Our House

imageFive kids

In response to The Daily Post writing prompt “Our House”

Our house, was a very, very, fine house, I thought. The center of my world….a small, white frame house surrounded by a picket fence sitting under a huge shade tree.  For many years it was a three-room house till Daddy added two bedrooms and a screened-in back porch to accommodate his growing family.  I played in the deep, soft sand with my brother and sister on hot summer days. Honey-colored pine floors warmed the rooms, walls covered in cedar paneling.  Yellow and green tiles in an alternating pattern covered the kitchen floor.  The stove, with a pan of left-over biscuits for snacks, its door propped up with a stick, stood at one end of the kitchen, the refrigerator at the other, while cabinets ran along the outside wall.  We all crowded around a red dinette set with a high chair pulled alongside.  Mother’s wringer washer and the big deep freeze were housed on the screened-in back porch that had been pressed into service as a makeshift utility room.  She suffered terribly doing her wash in the cold till the screens were covered with heavy plastic coated hardware wire and a space heater was installed.  Clothes hung on lines strung across that room on rainy days.  Our house was noisy with the shrieks of children at play, my mother’s laughter, and the joy of rowdy children.  It was unusually scattered and looked like a tornado had ripped through not ten minutes after Mother finished cleaning.

The house was cold in winter, hot in summer, though the big attic fan lulled us to sleep on hot summer nights.  On sunny days, leafy shadows danced on my bedroom walls and floor.  Sometimes on hot days, I napped stretched out on the cool pine floors. Other times, I slept on a pallet of quilts with my cousin when company stayed nights.

Mother got up before we did to light the space-heaters that inadequately heated the house.  We’d back up to the heaters and roast our behinds while our fronts chilled till the house finally warmed up.

A wonderful two-story barn filled with hay stood in the barnyard behind the house.  On rainy days, we raced out to play in the barn, never to be held captive indoors.  It was heaven to play in the stalls and climb in the loft to build forts in the hay.  On fine days, we were free to roam the pastures and woods.  We climbed trees and dropped off on the backs of cows dozing in the shade, for short but exciting rides.  Sometimes we were lucky enough to lure a horse close enough to a fence to get on his back and get a bareback ride till he tired of us.  My brother still has a grudge in at me for jumping off as the horse headed into a stall, leaving him to be scraped off by the low roof.  It was a perfect way to grow up.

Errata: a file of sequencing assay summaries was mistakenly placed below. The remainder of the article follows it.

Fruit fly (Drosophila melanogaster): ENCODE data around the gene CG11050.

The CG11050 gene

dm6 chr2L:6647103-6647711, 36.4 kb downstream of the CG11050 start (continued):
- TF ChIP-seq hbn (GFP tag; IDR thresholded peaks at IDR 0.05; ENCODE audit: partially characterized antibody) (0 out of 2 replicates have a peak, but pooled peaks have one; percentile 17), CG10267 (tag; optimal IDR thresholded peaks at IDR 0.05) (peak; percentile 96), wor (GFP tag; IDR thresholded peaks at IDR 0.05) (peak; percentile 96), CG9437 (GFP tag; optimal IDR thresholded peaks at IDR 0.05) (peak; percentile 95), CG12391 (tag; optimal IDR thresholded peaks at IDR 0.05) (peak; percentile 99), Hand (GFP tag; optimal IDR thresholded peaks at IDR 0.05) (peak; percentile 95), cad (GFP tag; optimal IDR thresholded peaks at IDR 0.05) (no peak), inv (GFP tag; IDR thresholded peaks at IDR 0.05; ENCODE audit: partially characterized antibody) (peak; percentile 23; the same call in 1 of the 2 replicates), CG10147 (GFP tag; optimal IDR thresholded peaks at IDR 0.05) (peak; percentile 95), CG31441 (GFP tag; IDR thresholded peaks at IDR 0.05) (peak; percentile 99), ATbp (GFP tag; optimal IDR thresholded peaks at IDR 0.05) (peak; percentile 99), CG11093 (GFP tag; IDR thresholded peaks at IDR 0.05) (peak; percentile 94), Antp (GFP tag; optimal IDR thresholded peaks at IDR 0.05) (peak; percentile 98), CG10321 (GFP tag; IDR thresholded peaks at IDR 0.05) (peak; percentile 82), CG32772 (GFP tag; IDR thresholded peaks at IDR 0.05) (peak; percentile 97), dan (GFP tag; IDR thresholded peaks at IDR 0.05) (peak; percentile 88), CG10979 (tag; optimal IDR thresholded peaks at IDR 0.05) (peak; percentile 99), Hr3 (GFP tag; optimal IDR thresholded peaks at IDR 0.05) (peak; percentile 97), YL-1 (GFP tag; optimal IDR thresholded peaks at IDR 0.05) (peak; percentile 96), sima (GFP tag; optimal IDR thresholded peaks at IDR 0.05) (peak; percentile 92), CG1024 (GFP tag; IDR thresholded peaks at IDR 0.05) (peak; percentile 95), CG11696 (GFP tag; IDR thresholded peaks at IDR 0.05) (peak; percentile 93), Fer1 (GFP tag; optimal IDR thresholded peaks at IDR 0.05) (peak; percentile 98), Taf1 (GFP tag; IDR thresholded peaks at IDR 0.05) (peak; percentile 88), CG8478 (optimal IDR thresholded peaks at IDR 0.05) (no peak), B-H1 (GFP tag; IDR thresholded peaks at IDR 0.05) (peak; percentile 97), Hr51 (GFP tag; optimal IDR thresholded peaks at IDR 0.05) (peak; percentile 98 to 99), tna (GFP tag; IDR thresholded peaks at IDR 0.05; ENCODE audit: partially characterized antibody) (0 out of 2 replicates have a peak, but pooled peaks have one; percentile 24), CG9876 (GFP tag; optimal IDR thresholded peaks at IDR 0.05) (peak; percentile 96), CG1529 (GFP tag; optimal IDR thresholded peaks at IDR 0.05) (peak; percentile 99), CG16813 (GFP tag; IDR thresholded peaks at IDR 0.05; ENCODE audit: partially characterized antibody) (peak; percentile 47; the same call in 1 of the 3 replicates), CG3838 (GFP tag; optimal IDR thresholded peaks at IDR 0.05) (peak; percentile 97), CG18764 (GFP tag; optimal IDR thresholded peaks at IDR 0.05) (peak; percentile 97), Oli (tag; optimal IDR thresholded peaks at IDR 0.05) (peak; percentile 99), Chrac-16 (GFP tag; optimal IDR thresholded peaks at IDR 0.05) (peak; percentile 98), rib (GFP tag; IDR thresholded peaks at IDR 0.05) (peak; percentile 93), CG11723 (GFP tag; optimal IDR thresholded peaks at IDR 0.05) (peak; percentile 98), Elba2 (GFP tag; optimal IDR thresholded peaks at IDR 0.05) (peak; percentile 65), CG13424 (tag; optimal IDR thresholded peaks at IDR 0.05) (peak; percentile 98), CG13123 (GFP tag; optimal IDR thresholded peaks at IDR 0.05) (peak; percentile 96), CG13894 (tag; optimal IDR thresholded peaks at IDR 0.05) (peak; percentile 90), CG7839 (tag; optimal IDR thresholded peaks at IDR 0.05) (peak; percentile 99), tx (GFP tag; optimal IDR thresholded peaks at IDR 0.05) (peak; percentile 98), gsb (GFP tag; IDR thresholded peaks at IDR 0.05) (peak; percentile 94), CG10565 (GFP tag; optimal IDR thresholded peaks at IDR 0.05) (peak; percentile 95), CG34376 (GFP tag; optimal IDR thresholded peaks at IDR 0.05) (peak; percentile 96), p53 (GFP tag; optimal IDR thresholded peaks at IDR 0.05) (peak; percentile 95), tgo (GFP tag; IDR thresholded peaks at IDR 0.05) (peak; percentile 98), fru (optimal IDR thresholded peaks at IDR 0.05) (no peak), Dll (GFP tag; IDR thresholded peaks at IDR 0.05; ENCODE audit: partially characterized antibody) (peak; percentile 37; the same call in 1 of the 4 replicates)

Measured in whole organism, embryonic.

It pains me that today that house is about to fall down.

Happiness! The Count is Coming to Town!

CountOn the subject of happiness, some days start routinely no expectation of stumbling into pure joy.  One of my precious children, who shall remain forever nameless, experienced Continue reading

Dear Carlos

Dear Carlos,

Upon hearing that I have been married for forty-seven years to a loving man, your friend asked if I had any advice for a young person considering marriage.  I have no special expertise or qualification for counseling, except forty-seven years’ experience in my own marriage, but I will share that with you.

  1. Respect is imperative. Take the time to see how he/she treats parents and siblings. If a person is not respectful to their family, take your cue from that. Definitely meet their family. That alone will answer a lot of questions about your possible future together. Remember, any children you have may be more like either of your family members than they are like either of you.
  2. Shared values. Discuss your values and expectations. Religion? How will you manage your money? Will you have children? Will you both work outside the home? How will you share responsibility? These factors end relationships every day.
  3. Don’t expect marriage to be 50/50. You will both have to give 100% to make it work. It took me a while to figure out my husband didn’t want to talk things out once a conflict was over. It’s okay to say, “Give me a little time. I am still mad.” It’s not okay to punish or be mean-spirited. Let go of your anger as soon as you can, then put it in the past.
  4. Loyalty. You have to put each other first. We have each other’s back. We trust each other, not wasting time on jealousy and games. We are together because we want to be, not because we have to be.
  5. Make sure the person you love will be your friend forever. You have to be comfortable together, not forever trying to meet their expectations.  You need to be able to laugh and cry together to get through the good times and the hard times.

Best of luck.